Their hearts pounded with every point, and exhaustion was evident on their faces. And that was just the spectators, who had their guts wrenched minute by minute during four-and-a-half hours of the greatest tennis match ever contested on Canadian soil.
Now try to imagine the mental anguish and physical toll for the players in the heat of the battle, slugging it out on the court as Canada’s Davis Cup doubles team of Daniel Nestor and Vasek Pospisil did on April 6 at UBC’s Thunderbird Sports Centre.
The Canadian pair outlasted the Italian duo of Fabio Fognini and Daniele Bracciali 6–3, 6–4, 3–6, 3–6, and 15–13 in a match for the ages and one that will still be talked about in Canadian sports circles 25 years from now. It provided a crucial point that allowed Canada to defeat Italy and advance to September’s Davis Cup semifinal, when they will travel to Serbia.
What makes high-level competition like this marathon doubles match such compelling drama is that athletes are given the opportunity to put their training and preparation to the test. They put in hours on the practice courts and hours more in the gym, hoping to be ready for moments like these. But the only way to know for certain if they’re up to the challenge is to step into the line of fire.
And in this match, the Canadians—and the Italians too—left absolutely everything they had on the court. Although Nestor and Pospisil got the result they wanted, it’s impossible to declare them the better team on the day. There was virtually nothing to separate the two sides that took turns having the upper hand. The match and its 391 points—many of them mesmerizing displays of the skill, finesse, touch, and lightning-fast reflexes that doubles play is famous for—provided all sorts of plot twists. Canada took the first two sets and appeared to be in full control, only to see the Italians battle back to turn the match from a best-of-five-sets affair into a one-set—one really long set, as it turned out—winner-take-all.
And as the match wore on and the stakes were raised, the Vernon-born, Vancouver-raised Pospisil had no choice but to find a mental state in which he simply refused to lose.
“It’s tough because you have to stay so concentrated,” he said in his post-match news conference of the mindset he developed as the afternoon wore on. “There are really small windows of opportunity. If you drop your concentration for one or two points, that can be the deciding factor, so it was important to stay sharp and, fortunately, we were able to keep our level until the end. I was really happy I was able to raise my level in the fifth set and play as well as I did to help us win.”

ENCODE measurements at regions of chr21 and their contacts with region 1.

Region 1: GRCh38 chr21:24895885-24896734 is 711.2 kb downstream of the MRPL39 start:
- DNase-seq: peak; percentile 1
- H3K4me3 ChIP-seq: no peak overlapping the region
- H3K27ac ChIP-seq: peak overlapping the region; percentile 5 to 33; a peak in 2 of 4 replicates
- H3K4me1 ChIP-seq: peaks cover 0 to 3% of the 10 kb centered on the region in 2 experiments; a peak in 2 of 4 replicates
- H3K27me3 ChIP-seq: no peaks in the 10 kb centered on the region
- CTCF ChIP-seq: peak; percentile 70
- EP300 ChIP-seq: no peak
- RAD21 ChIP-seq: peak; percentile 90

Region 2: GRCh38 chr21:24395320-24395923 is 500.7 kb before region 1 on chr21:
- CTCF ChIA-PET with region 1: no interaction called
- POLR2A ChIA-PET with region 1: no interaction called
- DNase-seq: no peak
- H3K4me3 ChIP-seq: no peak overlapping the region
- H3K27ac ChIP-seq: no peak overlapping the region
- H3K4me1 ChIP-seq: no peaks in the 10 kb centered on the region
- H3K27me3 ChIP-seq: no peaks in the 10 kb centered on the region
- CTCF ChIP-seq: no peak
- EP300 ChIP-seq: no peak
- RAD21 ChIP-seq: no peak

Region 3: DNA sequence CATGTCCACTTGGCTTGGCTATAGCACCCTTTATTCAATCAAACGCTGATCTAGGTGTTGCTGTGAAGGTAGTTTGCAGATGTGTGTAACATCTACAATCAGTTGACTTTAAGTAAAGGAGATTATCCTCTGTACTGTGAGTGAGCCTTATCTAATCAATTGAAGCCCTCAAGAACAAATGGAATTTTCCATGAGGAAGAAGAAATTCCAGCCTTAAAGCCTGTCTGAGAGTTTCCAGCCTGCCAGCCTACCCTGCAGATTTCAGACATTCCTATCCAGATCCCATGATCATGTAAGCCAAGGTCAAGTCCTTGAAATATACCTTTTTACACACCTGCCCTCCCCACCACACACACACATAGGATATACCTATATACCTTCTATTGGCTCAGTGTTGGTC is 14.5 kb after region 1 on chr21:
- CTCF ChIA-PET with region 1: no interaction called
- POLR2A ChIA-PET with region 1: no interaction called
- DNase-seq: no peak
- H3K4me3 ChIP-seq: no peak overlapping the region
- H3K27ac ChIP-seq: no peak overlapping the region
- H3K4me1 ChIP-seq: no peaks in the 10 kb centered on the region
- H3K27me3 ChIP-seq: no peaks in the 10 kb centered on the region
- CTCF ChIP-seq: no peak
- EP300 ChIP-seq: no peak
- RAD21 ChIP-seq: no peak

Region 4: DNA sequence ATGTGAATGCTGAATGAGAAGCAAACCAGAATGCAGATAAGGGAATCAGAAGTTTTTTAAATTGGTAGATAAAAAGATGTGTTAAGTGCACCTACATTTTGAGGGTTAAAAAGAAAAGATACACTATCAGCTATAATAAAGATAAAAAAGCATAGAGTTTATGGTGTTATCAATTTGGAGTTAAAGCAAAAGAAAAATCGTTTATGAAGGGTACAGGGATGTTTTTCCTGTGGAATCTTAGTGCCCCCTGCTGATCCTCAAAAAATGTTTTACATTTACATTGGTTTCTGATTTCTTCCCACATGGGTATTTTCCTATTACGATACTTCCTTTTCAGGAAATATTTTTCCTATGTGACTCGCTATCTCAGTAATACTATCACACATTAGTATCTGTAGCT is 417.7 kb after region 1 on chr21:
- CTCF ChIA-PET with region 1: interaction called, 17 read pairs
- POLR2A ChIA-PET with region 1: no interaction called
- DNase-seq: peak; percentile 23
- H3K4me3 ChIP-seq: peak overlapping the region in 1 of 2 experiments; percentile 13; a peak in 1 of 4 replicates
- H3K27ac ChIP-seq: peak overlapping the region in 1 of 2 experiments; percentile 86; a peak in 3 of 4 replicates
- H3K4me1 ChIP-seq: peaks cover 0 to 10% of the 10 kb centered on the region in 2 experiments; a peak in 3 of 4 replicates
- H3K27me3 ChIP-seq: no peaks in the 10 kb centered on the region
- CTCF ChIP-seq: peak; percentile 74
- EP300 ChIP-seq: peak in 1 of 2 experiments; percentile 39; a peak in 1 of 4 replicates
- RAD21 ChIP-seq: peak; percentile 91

The Canadian pair ultimately prevailed after breaking Fognini’s serve in the 27th game of the final set. That allowed Pospisil to serve out the victory and finally exhale as he celebrated with the delirious home crowd that at times likely feared the worst but ultimately was rewarded with the outcome it was hoping for.
“It was the best home-crowd support I’ve ever experienced, and I’d be surprised if anything could ever top that,” Pospisil added. “It was an incredible experience to be out there playing in front of a crowd like that.”
The Pospisil-Nestor pairing is an interesting blend. Nestor, at 40, is the grand old man of Canadian tennis, with Grand Slam titles on his résumé and decades of experience, yet with a body that’s starting to show signs of betrayal. After the match, he revealed that he had considered withdrawing from the competition with a calf injury he suffered only a week earlier. The 22-year-old Pospisil, on the other hand, had the stamina to play on if necessary, but he had very little left to draw on.
Together, they figured out a way to do what they needed to do.
“When you’ve played for 20 years, you’ve played in a lot of tough matches, and this was one of the most gruelling, most important I’ve ever been a part of, and I feel fortunate to get a win,” Nestor said before praising his partner’s performance. “He definitely won the match for us at the end. He played a ridiculous fifth set. I can’t say enough about him. He showed his true character and, hopefully, it ignites something going forward for him.”
Sitting courtside through all the twists and turns of the match was Martin Laurendeau, a veteran of Davis Cup battles—first as a player for Canada and for the past nine years as the team’s captain.
Knowing he had his best player, Milos Raonic, waiting for a chance to clinch the battle if the doubles team could find a way to scratch out a victory, Laurendeau provided as much encouragement as he could while knowing that the outcome was out of his hands.
“It was a great Davis Cup match, and this is why the Davis Cup is the competition it is, with the ups and downs,” the relieved captain said later. “One minute you’re winning; the next, you think you’re going to lose. That’s the beauty of Davis Cup. But mentally, they [Nestor and Pospisil] did a phenomenal job to stay poised in that fifth set, and it was a fantastic win for the boys.”
In the end, the Canadians were the big winners on the day. But the fans fortunate enough to be there to see tennis played the way it should be—at its very highest level—have to feel like they were winners too.